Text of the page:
The guest house has the advantage of being on the Midlands Meander, meaning that this scenic route and its many attractions can easily be explored, while the majestic peaks of the Drakensberg are a short drive away. Returning to Pleasant Places, guests can relax in the lounge with a warming drink, reliving the day’s adventures in front of a crackling log fire. Dinners can be requested in advance.

Rates & Summary

Number 7

Sleeps 2 in Queen-size bed
En-suite shower
Patio with view of garden and valley

The Room with a View

Sleeps 2 in King-size/twin beds
Sleeper couch available for child
En-suite shower and bath
Patio with view of garden, river and valley

The Rose Room

Sleeps 2 in King-size/twin beds
Sleeper couch available for child
En-suite shower and bath
Bay window with garden view

The Camellia Room

Sleeps 2 in King-size/twin beds
Sleeper couch available for child
En-suite shower and bath
Patio and bay window with garden view

Family Suite

Sleeps 4 in Queen and twin rooms
Single bed can be added to twin room
Twin room with en-suite bath and shower
Queen room with en-suite shower


  • For pricing detail, click on CHECK AVAILABILITY & BOOK ONLINE above


Farm breakfast included
Dinner available on request


Children of all ages are welcome.

Why Stay Here?

Guests will feel comforted the quirky, cosy feel of this owner-run thatched guest house, which offers picturesque views of the lush Lidgetton Valley and Lion’s River, and has been accommodating travellers since 1997. The outdoor allure of the Midlands can be experienced by walking along one of the conservancy’s trails or trout fishing in the dam, before guests return to individually-decorated rooms and warm hospitality.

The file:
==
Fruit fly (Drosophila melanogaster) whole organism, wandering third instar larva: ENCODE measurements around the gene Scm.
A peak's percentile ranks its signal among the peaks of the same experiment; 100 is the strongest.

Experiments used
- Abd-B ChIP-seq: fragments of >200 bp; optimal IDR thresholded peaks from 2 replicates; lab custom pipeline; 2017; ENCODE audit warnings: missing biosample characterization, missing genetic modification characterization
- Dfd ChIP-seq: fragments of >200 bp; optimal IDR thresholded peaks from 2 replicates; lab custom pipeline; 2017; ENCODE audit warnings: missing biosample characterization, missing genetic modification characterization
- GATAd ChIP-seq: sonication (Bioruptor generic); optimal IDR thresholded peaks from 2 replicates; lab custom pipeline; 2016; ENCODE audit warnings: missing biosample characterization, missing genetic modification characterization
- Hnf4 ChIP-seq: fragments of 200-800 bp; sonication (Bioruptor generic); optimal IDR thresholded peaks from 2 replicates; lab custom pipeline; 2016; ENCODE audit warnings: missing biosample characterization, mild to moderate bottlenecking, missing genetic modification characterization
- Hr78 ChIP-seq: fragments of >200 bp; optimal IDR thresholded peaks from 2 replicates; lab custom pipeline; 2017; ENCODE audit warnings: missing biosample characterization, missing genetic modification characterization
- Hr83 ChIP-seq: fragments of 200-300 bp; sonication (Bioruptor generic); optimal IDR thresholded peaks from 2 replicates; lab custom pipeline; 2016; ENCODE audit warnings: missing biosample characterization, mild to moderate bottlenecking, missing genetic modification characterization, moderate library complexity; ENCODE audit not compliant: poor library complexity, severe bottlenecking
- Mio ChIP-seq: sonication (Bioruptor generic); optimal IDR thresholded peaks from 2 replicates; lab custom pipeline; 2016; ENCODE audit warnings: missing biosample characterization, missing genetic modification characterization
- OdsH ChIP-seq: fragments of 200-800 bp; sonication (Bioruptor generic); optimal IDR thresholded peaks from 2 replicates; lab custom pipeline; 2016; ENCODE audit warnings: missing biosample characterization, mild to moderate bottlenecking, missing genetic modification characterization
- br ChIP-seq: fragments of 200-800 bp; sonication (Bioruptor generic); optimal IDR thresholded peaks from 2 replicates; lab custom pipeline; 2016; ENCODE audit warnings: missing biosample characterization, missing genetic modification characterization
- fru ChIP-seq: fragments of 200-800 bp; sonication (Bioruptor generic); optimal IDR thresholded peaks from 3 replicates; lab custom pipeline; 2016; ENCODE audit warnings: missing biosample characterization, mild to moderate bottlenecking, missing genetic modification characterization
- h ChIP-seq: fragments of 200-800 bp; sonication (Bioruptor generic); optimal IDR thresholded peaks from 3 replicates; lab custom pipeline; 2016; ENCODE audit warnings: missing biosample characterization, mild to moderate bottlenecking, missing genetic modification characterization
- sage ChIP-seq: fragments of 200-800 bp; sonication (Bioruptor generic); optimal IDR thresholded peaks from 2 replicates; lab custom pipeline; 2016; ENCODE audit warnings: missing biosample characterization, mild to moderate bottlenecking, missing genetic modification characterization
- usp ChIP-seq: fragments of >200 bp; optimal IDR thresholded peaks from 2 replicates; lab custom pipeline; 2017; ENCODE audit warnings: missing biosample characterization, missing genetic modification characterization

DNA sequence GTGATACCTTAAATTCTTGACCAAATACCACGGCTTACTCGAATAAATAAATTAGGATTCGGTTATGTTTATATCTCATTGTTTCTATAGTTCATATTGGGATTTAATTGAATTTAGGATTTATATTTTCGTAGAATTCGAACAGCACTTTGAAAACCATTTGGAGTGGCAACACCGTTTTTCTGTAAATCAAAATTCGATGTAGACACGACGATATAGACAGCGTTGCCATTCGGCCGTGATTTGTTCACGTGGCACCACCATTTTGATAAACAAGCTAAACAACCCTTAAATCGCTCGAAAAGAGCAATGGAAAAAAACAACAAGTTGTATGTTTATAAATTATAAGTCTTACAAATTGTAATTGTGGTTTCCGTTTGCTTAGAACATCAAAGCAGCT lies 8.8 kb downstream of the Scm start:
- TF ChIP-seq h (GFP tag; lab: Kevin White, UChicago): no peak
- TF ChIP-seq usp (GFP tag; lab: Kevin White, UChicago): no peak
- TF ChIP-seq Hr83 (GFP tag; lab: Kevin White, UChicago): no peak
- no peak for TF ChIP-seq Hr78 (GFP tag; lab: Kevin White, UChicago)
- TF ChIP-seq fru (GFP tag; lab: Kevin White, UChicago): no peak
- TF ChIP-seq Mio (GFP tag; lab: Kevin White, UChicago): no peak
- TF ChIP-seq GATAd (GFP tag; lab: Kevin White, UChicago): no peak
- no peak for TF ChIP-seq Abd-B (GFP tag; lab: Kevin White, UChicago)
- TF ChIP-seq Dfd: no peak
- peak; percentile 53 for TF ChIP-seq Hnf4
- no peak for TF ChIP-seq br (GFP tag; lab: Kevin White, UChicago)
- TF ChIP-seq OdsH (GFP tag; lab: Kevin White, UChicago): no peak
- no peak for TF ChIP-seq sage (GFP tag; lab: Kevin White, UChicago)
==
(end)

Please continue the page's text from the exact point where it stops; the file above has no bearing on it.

• Tranquil, pleasantly pastoral venue offers a scenic treat
  • Comfortable, homely rooms and a charming garden make for a relaxing stay
  • Central to the Natal Midlands, with knowledgeable hosts to aid your explorations

Things to consider Bringing

Sunblock, hat, walking shoes, swimming costume, swimming towels, fly fishing gear, golf clubs, binoculars for bird watching.

Road Conditions

The good gravel approach road is suitable for all vehicles.

Activities & Attractions

  • Farm walks
  • Trout fishing
  • Swimming and tubing in the river
  • Nearby: botanical gardens, nature reserves, golf courses,  Midlands Meander, fly fishing, Drakensberg Mountains, hiking, horse riding, mountain biking, canopy tour, hot air ballooning, Zululand battlefields, historical monuments, arts and craft shops, farm stalls. 


Accommodation & Hospitality

  • Communal lounge
  • Covered verandah / patio
  • Heater included
  • Under floor heating
  • Bed linen supplied
  • Bathroom towels supplied
  • Hair dryer available
  • Daily housekeeping
  • Laundry service available
  • Ironing service available
  • Self-service tea and coffee available
  • No smoking indoors

Catering & Kitchen